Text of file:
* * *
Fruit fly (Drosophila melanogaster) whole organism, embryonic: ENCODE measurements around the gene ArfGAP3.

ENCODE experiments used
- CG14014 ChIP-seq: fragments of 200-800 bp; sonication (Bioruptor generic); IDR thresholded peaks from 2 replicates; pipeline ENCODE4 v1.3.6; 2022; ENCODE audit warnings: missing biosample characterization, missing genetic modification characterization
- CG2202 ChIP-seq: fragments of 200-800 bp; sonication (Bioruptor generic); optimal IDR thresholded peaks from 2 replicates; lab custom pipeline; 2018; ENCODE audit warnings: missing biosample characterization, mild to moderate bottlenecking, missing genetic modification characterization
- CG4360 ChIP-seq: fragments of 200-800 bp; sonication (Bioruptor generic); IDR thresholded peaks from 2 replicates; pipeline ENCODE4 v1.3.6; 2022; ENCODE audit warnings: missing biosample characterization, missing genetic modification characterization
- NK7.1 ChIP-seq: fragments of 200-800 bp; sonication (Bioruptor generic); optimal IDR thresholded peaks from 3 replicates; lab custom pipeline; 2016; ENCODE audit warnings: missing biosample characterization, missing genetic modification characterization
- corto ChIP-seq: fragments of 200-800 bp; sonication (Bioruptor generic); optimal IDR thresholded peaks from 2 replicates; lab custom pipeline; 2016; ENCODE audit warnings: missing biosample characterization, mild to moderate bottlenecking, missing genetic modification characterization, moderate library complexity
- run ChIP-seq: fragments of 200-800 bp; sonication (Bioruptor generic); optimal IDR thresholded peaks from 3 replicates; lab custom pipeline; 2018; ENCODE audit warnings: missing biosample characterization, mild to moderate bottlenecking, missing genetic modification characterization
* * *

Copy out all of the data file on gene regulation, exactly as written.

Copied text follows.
Fruit fly (Drosophila melanogaster) whole organism, embryonic: ENCODE measurements around the gene ArfGAP3.

ENCODE experiments used
- CG14014 ChIP-seq: fragments of 200-800 bp; sonication (Bioruptor generic); IDR thresholded peaks from 2 replicates; pipeline ENCODE4 v1.3.6; 2022; ENCODE audit warnings: missing biosample characterization, missing genetic modification characterization
- CG2202 ChIP-seq: fragments of 200-800 bp; sonication (Bioruptor generic); optimal IDR thresholded peaks from 2 replicates; lab custom pipeline; 2018; ENCODE audit warnings: missing biosample characterization, mild to moderate bottlenecking, missing genetic modification characterization
- CG4360 ChIP-seq: fragments of 200-800 bp; sonication (Bioruptor generic); IDR thresholded peaks from 2 replicates; pipeline ENCODE4 v1.3.6; 2022; ENCODE audit warnings: missing biosample characterization, missing genetic modification characterization
- NK7.1 ChIP-seq: fragments of 200-800 bp; sonication (Bioruptor generic); optimal IDR thresholded peaks from 3 replicates; lab custom pipeline; 2016; ENCODE audit warnings: missing biosample characterization, missing genetic modification characterization
- corto ChIP-seq: fragments of 200-800 bp; sonication (Bioruptor generic); optimal IDR thresholded peaks from 2 replicates; lab custom pipeline; 2016; ENCODE audit warnings: missing biosample characterization, mild to moderate bottlenecking, missing genetic modification characterization, moderate library complexity
- run ChIP-seq: fragments of 200-800 bp; sonication (Bioruptor generic); optimal IDR thresholded peaks from 3 replicates; lab custom pipeline; 2018; ENCODE audit warnings: missing biosample characterization, mild to moderate bottlenecking, missing genetic modification characterization